Reps for Puzder didn't immediately return requests for comment from NBC News, but he denied the allegations in a deposition at the time and told the St. Louis-based Riverfront Times, "There was no physical abuse at any point in time."
However, Dan Sokol, the attorney who represented her during Fierstein period, recently told TIME that her claims were "credible."
Meanwhile, Winfrey — a supporter of both former President Barack Obama and Democratic presidential candidate Hillary Clinton — shared footage from the show (and several other episodes dedicated to the subject of domestic violence) with the HELP committee, which will be deciding whether to advance Puzder's nomination to the rest of the chamber.
"Approximately 20 episodes were made available for the committee members to view in confidence," a Oprah Winfrey Network spokeswoman told the Chicago Tribune in a statement. "OWN did not provide copies or transcript of the episodes and has not provided information about the identities of anyone who appeared in these episodes. Given information of this investigation has been made public by the committee, OWN is making this statement to be clear about what the company provided to congressional investigators."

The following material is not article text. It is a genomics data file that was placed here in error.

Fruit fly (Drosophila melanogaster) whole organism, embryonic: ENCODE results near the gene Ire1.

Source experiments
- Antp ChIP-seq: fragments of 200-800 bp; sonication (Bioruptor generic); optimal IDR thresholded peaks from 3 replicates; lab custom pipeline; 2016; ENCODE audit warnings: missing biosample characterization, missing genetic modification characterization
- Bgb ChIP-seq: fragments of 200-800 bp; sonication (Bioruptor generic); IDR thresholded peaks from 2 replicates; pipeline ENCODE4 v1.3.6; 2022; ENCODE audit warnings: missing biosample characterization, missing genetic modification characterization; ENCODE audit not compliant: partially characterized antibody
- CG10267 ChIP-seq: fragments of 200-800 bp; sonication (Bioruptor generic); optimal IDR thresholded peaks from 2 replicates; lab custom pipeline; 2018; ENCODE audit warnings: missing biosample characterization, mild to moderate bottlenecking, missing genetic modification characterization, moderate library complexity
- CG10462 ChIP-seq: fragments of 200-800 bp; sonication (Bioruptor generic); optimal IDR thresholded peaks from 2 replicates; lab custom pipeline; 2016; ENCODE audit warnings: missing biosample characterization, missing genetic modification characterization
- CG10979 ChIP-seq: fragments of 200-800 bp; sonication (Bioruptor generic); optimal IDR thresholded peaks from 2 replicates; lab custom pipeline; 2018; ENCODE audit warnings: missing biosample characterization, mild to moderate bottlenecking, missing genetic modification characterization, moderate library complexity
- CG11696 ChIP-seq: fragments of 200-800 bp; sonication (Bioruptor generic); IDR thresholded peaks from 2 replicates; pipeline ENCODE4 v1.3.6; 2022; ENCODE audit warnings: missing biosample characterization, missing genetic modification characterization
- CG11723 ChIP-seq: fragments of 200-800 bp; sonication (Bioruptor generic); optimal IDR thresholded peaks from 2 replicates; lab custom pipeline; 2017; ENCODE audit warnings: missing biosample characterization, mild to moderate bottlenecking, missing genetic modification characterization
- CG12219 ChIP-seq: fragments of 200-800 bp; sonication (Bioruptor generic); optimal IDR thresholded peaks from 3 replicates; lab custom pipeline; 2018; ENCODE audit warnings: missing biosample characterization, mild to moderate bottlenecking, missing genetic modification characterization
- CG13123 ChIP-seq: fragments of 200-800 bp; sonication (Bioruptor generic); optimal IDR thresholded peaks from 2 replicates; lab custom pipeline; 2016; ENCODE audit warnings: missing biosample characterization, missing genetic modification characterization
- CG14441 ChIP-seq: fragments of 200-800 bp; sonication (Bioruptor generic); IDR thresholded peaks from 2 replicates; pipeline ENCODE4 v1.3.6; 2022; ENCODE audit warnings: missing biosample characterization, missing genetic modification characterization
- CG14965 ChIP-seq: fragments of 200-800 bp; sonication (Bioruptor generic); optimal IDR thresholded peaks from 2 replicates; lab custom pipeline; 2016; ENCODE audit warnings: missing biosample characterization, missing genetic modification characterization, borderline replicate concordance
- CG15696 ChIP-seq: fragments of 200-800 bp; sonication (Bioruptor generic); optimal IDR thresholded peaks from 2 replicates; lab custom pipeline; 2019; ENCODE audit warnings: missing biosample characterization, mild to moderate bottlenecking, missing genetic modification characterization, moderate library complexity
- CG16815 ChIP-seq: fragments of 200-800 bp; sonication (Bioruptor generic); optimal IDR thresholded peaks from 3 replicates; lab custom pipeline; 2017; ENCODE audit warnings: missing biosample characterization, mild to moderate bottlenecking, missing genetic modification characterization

Although Winfrey herself has not commented publicly on the issue, members of the HELP committee have.
Sen. Patty Murray. D-Wash., told Politico that she has viewed the tape provided by OWN and called it "very disturbing."
"It was important for us to know all of the information about any candidate that comes before us," Murray said. However, the committee's ranking member, Sen. Lamar Alexander (Tenn.) appears to have been unmoved.
"I've arranged for senators on the committee to see that ... I thought that was a reasonable request. No reason not to see it," Alexander told Politico. "That happened 27 years ago. His former wife has said it was all not true. She has reiterated that in a heartfelt letter to members of the committee and has been willing to talk to members of the committee so I don't think that's an issue."
Four GOP members of the HELP committee, including Sen. Susan Collins of Maine and Sen. Lisa Murkowski of Alaska — who broke with their party to oppose the nomination of Education Secretary Betsy DeVos — had already said they won't commit to backing Pudzner.
Should any one of them vote against Puzder, Majority Leader Mitch McConnell would have had to intercede procedurally to bring his nomination to the floor. For his part, McConnell had stated this month that he "enthusiastically" supported Puzder, despite the recent revelations about him.
Progressives celebrated news of his withdrawal on Wednesday.
"I am glad Mr. Puzder will withdraw his name from consideration to be the next labor secretary," said Sen. Bernie Sanders (I-VT) in a statement. "The simple truth is that given his relationship to employees at the companies he runs, he was not fit to lead a department responsible for defending workers' rights."